Dear You

To the addict who still suffers,

Places in the realm of existence equal only part of an experience. The other part is how we respond to these places—emotionally, mentally, spiritually.

I have been to Utah, California, and Canada. I have been to funerals, weddings, and dark cities. I have been to many places, but none quite like the realm of addiction. None where I was so sure it would be my resting place. The place I would die. The place where my last breath would dissipate with my last heartbeat and my eye lids would close forever. This was the portrait of my life.

I was nineteen and lost in a drug infused ball of excited brain cells. My average day looked like this:

6, 7, or 8 am rolled around. My eyes opened. My whole body jolted as though I was waking from a nightmare; instead, I was waking to a nightmare: cold sweats, shivering, restless legs, nausea. My every morning wakeup call was in the mouth of heroin withdrawals.

So I got out of bed, stumbled over to my stash, pulled the garbage can next to me, and cooked up a shot of dope while simultaneously puking. My body was weak and frail; it resembled a strawberry patch—lined with track marks.

1 p.m.

I chewed up a bar and did a shot of heroin. I slumped over on my bed and sat there, nodded out. Those were the times. Yes, the insidious days and nights during my heroin addiction when I enjoyed nothing more than to sit, nodded out, on the edge of life and death. It was at that place where I didn’t have to deal with life. I didn’t have to deal with the snowball of guilt and shame that kept growing larger with momentum drawn from my life as a drug addict.

5:30 p.m.

I sat in my room cooking up a shot of dope when I heard a knock on the door. “Hold on, I’m changing!” Fuck! I thought to myself. I shoved everything under my bed and answered the door.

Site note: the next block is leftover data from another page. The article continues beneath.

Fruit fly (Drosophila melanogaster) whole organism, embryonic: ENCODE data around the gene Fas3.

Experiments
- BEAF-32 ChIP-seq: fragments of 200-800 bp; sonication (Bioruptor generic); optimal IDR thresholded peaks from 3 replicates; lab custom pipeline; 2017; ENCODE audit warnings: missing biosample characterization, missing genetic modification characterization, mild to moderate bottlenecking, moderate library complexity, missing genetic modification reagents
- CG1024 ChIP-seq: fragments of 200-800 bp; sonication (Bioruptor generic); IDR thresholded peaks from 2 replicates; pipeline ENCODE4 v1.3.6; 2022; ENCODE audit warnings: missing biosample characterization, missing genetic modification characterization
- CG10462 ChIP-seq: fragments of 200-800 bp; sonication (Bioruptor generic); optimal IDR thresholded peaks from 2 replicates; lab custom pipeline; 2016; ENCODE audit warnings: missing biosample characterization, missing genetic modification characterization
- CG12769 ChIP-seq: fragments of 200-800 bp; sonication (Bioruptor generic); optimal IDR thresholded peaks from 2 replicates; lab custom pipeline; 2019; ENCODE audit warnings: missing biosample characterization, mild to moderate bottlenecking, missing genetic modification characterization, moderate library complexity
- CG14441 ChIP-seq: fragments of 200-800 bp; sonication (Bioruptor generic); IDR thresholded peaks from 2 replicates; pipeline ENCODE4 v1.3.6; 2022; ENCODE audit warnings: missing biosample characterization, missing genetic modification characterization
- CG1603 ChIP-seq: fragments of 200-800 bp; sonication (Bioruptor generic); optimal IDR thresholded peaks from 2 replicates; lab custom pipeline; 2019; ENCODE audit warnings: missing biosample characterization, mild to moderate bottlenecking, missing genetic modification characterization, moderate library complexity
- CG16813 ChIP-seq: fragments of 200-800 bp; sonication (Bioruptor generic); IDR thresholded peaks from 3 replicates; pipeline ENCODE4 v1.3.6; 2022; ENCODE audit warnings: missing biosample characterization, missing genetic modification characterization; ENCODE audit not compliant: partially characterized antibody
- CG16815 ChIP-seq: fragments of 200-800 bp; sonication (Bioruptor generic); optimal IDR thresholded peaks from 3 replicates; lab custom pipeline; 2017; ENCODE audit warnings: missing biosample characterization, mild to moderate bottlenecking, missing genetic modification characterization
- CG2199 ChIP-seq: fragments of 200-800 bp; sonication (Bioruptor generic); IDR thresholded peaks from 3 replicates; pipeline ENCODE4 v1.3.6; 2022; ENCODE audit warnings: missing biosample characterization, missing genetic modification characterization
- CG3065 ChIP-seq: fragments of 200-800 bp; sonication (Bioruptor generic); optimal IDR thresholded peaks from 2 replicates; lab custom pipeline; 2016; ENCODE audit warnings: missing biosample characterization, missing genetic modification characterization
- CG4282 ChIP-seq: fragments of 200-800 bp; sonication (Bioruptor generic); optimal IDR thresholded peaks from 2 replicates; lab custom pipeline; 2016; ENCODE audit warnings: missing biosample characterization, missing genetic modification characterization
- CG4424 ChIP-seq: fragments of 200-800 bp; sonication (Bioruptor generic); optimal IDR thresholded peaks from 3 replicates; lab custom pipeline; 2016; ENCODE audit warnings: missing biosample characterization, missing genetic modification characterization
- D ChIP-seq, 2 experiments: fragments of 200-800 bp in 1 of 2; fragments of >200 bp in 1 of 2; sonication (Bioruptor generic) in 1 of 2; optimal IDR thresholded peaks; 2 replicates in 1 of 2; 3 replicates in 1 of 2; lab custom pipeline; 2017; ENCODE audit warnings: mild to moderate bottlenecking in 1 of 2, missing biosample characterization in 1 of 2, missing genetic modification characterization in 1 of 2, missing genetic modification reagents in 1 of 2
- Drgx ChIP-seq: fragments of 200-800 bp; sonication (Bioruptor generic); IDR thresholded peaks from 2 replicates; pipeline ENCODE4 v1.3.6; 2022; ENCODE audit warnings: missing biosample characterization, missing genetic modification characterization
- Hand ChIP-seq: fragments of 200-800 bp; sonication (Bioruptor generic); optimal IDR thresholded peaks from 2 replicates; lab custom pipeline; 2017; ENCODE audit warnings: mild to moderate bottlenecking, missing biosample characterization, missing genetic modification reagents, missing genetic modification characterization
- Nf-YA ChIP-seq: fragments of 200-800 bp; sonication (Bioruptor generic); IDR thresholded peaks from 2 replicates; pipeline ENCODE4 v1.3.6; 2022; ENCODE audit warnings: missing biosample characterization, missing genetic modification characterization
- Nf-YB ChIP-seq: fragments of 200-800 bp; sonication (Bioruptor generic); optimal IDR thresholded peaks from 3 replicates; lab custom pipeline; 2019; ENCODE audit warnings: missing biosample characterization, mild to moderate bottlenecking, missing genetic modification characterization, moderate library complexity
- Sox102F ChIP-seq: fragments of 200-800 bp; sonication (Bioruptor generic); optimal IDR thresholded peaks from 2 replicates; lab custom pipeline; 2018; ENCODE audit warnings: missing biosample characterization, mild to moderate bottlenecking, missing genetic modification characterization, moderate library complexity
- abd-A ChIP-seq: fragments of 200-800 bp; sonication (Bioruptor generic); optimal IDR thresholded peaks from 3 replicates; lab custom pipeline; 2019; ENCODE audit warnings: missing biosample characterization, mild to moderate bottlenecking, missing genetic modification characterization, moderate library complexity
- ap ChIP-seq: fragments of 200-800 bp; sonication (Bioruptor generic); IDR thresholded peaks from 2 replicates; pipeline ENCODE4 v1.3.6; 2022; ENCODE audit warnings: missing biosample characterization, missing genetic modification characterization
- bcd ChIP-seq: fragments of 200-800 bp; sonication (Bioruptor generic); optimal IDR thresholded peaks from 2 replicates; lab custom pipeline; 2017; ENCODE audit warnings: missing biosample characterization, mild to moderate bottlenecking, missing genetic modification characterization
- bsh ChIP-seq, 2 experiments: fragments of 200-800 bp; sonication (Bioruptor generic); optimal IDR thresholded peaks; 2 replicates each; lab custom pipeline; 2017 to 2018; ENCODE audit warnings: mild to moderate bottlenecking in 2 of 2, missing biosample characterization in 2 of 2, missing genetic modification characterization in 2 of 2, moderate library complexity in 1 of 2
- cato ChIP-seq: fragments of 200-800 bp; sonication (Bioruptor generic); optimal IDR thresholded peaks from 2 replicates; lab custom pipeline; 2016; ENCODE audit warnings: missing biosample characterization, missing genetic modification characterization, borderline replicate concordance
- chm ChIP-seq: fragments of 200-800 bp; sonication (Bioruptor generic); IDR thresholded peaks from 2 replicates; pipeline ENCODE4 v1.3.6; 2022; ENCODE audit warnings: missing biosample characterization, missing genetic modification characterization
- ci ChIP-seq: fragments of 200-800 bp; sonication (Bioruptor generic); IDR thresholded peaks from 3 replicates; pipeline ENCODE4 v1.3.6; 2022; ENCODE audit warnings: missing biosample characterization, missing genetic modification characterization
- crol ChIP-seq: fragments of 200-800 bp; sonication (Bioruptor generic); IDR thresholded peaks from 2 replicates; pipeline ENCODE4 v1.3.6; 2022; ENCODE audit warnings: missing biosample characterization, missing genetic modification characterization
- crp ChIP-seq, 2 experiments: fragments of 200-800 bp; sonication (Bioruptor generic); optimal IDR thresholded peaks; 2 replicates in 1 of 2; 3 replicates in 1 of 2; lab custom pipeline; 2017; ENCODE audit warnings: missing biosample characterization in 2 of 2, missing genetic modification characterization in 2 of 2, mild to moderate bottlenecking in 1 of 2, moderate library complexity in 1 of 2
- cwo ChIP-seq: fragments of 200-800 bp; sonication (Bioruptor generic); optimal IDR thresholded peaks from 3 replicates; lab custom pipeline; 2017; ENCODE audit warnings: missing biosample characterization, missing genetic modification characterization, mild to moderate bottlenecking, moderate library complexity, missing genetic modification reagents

“Hey, dinner is ready.”

“Ok, I’ll be there in a sec.”

I shut the door, ran over to my bed, grabbed the rig, and hit up. 1, 2, 3 seconds. Bam! The rush hit me as a train of euphoria crashing into my body.

After that, I staggered upstairs and ate dinner with the family

10 p.m.

“Mom, I’ll be back in a little bit, k?”

“k, just make sure you lock the door.”


God, I’m almost late. Fuck me! I thought.

I pulled up to the spot, climbed into his car, got my stuff, and left.

When I got home, I went straight to my room, shot up, and went to sleep:

Jesus I pray that you will help me to be able to hustle up enough money tomorrow to stay well. In your name I pray, Amen.


My addiction was the lowest time of my life: I went from being awarded my Eagle Scout badge, to smoking pot, to smoking meth, and finally, to slamming heroin. Seven years I led that life—getting high on anything and everything I could. And for what? So that I wouldn’t have to face reality. So that I wouldn’t have to face the anxiety and depression.

Life is nothing more than a series of experiences. How we respond to these experiences dictates our destiny. It’s painful, living the waking hours in theatrical scenes of my transgressions. Seeing, hearing, and feeling the sorrow I reaped upon myself and others.

I can remember being in a meeting once, some years ago, and some old man told me, “It’s not too late.” But there was a time when I thought it was. When I thought that suicide was the only way out of my heroin addiction. I didn’t ask for help, not verbally, at least. But Christ knew I wanted out; He was faithful. He pulled me out and allowed me to experience the life I dint deserve: the life of sobriety.

Today, I have 17 months clean and sober. And today, I pray not that I will have a prosperous day getting money for dope, but instead, that Christ will help you from the place I once was.

With Love,